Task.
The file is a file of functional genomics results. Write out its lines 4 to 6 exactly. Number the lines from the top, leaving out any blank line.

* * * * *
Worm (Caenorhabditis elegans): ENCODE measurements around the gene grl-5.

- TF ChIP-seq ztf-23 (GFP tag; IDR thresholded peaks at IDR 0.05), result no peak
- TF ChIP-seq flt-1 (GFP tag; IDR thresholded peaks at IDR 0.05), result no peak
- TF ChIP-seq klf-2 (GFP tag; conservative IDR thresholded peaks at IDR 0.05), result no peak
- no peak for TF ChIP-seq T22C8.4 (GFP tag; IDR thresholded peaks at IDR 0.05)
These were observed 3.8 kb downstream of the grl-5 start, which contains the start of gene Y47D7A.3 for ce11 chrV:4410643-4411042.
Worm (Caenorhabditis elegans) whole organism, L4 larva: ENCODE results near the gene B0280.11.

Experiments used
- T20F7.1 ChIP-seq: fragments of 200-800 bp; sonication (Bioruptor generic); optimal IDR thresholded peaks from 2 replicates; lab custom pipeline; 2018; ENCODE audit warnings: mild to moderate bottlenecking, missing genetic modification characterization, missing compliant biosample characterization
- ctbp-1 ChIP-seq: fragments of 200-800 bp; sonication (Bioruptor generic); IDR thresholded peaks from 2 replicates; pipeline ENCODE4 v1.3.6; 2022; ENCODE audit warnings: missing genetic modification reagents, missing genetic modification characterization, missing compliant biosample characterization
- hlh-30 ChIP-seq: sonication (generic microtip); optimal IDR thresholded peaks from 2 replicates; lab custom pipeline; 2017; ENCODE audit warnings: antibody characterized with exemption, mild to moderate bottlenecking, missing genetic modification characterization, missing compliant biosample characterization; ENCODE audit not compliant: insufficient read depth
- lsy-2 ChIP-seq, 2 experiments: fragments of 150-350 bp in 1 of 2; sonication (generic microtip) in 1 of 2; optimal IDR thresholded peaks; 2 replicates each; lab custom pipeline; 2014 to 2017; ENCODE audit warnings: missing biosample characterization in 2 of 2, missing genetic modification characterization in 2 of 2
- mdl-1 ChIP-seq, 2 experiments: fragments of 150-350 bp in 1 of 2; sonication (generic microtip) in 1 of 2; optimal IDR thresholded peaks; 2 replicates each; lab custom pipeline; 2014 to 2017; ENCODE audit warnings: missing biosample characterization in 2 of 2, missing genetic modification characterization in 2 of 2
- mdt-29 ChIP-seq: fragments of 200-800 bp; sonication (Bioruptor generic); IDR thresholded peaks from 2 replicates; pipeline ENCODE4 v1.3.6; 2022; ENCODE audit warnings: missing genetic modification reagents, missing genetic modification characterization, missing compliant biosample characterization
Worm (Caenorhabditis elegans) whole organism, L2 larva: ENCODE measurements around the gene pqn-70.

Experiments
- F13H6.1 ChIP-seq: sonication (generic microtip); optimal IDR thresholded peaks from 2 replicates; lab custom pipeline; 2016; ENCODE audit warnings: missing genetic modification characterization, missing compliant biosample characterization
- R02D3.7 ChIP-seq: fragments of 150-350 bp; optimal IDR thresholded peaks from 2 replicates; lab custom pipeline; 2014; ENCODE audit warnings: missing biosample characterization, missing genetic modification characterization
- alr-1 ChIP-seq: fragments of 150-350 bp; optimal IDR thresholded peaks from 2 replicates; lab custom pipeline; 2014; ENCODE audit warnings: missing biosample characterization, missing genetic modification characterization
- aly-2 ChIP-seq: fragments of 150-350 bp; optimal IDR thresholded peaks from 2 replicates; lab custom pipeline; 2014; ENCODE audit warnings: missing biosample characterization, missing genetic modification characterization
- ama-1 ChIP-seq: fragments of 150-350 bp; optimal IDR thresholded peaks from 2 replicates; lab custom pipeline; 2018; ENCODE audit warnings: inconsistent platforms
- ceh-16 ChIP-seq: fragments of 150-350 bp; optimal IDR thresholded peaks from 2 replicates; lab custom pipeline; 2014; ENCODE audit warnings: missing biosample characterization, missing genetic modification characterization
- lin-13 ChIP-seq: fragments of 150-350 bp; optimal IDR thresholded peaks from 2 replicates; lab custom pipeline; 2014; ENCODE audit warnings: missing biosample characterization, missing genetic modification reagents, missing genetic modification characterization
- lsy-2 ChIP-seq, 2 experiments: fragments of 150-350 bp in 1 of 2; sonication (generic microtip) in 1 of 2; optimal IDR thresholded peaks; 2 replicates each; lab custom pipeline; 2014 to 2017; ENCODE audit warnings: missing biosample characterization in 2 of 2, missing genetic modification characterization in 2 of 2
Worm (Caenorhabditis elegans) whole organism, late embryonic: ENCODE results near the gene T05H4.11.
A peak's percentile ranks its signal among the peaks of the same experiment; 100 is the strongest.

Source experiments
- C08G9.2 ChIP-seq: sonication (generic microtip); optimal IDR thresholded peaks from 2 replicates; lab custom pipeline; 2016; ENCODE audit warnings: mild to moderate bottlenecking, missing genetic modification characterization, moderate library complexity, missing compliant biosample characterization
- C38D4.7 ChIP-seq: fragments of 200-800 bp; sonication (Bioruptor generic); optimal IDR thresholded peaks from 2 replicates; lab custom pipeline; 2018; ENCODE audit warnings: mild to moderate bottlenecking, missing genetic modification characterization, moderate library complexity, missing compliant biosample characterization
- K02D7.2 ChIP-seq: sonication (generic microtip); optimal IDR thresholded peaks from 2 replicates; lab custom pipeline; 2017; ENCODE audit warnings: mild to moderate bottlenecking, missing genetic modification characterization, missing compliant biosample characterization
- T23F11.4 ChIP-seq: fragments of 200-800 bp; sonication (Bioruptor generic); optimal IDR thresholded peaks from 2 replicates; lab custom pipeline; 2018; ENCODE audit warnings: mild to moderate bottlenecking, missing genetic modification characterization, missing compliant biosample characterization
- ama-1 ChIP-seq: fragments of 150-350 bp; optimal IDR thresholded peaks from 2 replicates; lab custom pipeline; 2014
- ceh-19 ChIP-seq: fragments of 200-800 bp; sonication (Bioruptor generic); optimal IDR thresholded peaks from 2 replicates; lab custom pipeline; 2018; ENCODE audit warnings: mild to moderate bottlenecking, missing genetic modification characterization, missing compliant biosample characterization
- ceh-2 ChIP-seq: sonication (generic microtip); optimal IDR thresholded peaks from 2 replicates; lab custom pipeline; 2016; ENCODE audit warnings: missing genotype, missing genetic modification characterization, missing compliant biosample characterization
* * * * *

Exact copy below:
- TF ChIP-seq klf-2 (GFP tag; conservative IDR thresholded peaks at IDR 0.05), result no peak
- no peak for TF ChIP-seq T22C8.4 (GFP tag; IDR thresholded peaks at IDR 0.05)
These were observed 3.8 kb downstream of the grl-5 start, which contains the start of gene Y47D7A.3 for ce11 chrV:4410643-4411042.